An Appalachian Summer Festival, App State‘s award-winning month-long celebration of the arts, opened its 2023 season Saturday night with a charming evening of song by Leslie Odom Jr.

Best known for originating the role of Aaron Burr in the acclaimed musical Hamilton and portraying Sam Cooke in Regina King’s One Night in Miami, in this concert Odom revealed himself to be one of the finest song stylists of his generation.

Odom won a Tony Award for Best Actor in a Musical in Hamilton, an Academy Award nomination for Best Supporting Actor in One Night in Miami, and a Best Original Song nomination for co-writing “Speak Now” for One Night.

He and his mighty tight band swung through the Great American Song Book and some musical theatre favorites, peppered with self-effacing patter that brought the audience to laughter. He proceeded to cast a spell with his warm and agile tenor voice. Odom brings an open-heartedness to the stage that reveals the depth of the songs that he sings, and in some cases imbues them with deeper meaning.

Odom opened the show with a jazzy version of “Autumn Leaves,” with a little French thrown in, then swerved into a medley of more Nat King Cole melodies and a joke about how the younger audience members – known to be avid fans of Hamilton – might have had to stretch a little bit to appreciate that particular era of song.

He made King Cole’s songs his own with his renditions of “Mona Lisa,” “Straighten Up and Fly Right,” “Unforgettable,” “L-O-V-E” in French, German, and a few other languages, and “When I Fall in Love.”

Then he threw the Hamilton fans a bone with the tender but fast-paced “Wait For It,” a song that shows the patience of Odom’s character Burr compared to Alexander Hamilton who can’t wait, and who “takes and takes and takes.”

Odom’s band was stellar, including a star turn by drummer David Chiverton who imitated a tap dance on the drum rims to accompany the singer’s delightful “Sunny Side of the Street.” Other members were Eric England on bass, Steven Walker on guitar, and Christopher Cadenhead on piano and keyboard.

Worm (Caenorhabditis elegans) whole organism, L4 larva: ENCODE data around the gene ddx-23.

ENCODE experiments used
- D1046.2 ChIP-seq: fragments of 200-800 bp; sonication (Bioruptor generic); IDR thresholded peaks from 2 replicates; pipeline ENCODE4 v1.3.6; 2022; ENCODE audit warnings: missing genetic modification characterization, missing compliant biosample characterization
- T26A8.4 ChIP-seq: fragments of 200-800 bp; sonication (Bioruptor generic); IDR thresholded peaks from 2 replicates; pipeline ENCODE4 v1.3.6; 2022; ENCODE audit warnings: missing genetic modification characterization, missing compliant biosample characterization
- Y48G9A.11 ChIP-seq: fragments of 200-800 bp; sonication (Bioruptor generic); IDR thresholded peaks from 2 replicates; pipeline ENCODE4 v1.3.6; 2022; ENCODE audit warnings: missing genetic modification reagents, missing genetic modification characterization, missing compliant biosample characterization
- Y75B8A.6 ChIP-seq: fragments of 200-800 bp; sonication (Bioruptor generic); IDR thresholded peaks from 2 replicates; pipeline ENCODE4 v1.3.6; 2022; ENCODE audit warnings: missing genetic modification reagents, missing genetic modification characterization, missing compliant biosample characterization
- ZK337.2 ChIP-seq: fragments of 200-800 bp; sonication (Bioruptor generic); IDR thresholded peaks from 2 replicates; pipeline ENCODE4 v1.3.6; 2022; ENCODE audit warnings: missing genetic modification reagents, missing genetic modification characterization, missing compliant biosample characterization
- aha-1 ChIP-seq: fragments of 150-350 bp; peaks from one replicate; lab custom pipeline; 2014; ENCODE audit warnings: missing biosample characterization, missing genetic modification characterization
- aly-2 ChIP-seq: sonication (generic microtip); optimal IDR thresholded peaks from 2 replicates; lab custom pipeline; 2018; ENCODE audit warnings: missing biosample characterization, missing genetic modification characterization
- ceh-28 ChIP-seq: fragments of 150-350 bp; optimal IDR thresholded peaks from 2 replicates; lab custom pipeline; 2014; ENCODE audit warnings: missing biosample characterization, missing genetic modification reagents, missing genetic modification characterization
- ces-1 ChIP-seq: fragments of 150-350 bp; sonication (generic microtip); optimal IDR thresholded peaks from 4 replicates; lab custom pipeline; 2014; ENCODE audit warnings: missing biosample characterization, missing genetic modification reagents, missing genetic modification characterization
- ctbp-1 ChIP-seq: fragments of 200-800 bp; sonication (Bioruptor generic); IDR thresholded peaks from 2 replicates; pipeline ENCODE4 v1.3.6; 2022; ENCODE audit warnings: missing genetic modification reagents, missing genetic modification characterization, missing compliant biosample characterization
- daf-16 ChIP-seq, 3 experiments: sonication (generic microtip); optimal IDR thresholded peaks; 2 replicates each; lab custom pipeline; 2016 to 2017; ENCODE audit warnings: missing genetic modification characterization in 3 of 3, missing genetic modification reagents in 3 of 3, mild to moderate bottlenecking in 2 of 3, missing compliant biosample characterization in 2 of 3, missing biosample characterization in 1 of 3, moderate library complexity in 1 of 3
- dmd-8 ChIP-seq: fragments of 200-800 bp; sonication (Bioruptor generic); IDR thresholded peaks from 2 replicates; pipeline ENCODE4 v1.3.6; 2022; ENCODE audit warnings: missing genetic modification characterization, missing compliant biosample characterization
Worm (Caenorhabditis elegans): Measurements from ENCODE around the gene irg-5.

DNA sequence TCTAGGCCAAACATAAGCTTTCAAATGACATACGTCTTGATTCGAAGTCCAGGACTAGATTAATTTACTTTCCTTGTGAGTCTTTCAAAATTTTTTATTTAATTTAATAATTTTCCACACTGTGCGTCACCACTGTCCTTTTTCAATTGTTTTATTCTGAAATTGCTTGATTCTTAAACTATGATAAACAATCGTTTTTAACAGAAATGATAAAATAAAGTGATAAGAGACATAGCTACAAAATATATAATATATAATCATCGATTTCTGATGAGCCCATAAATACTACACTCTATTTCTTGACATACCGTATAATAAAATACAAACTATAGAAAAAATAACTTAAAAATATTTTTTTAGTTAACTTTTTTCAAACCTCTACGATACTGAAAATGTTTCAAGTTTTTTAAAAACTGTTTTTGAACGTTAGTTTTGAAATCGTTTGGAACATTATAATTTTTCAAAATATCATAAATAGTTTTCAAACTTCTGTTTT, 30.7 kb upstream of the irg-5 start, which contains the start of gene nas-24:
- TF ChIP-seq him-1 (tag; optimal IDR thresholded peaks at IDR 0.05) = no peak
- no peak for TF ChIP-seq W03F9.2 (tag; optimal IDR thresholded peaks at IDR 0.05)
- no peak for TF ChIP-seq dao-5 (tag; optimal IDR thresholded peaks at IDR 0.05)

Odom brought the audience in on Cab Calloway’s always-fun “Minnie the Moocher” – “Hi-de-hi-de-hi-de-hi,” etc., – and they joined in full-throat and full-throttle.

After sharing his Oscar-nominated “Speak Now,” Odom did credit to a short medley of Sam Cooke songs: the soulful and hopeful “A Change Is Gonna Come,” “Bring It On Home to Me,” and “You Send Me.”

Starting to wrap up the eventful 90-minute concert, Odom performed an a cappella version of Bob Dylan’s “Forever Young,” paired with “Dear Theodosia” from Hamilton.

He finished with the one that Hamilton fans have been waiting for, his tour-de-force from the show, “The Room Where It Happened.” It’s a great song that expresses Burr’s disappointment that he wasn’t in that room, and that Hamilton emerged as the founder of the Federal Reserve Bank with unprecedented fiscal power in the new country of America. The song is half rap, half show tune, and Odom brought down the house with it in Boone.

Odom was full of surprises. Brought back by the audience for an encore, he sang a stirring and tender version of Franz Schubert’s “Ave Maria,” accompanied only by the pianist.

Then he closed the show with the song that he said first opened his heart: “Without You” from Jonathan Larson’s Rent. If the audience’s hearts weren’t open by then, that ballad did the job. Odom delivered just the right amount of heartache and beauty to bring a gorgeous end to a gorgeous evening of song.

But wait, there’s more. Appalachian Summer Festival will run through July 29 with sculpture and other visual art, films, classical and popular music concerts, dance performances, including John Oates, Darius Rucker, Keb Mo’, Dance Theatre of Harlem, and more. Visit or call 828-262-4046.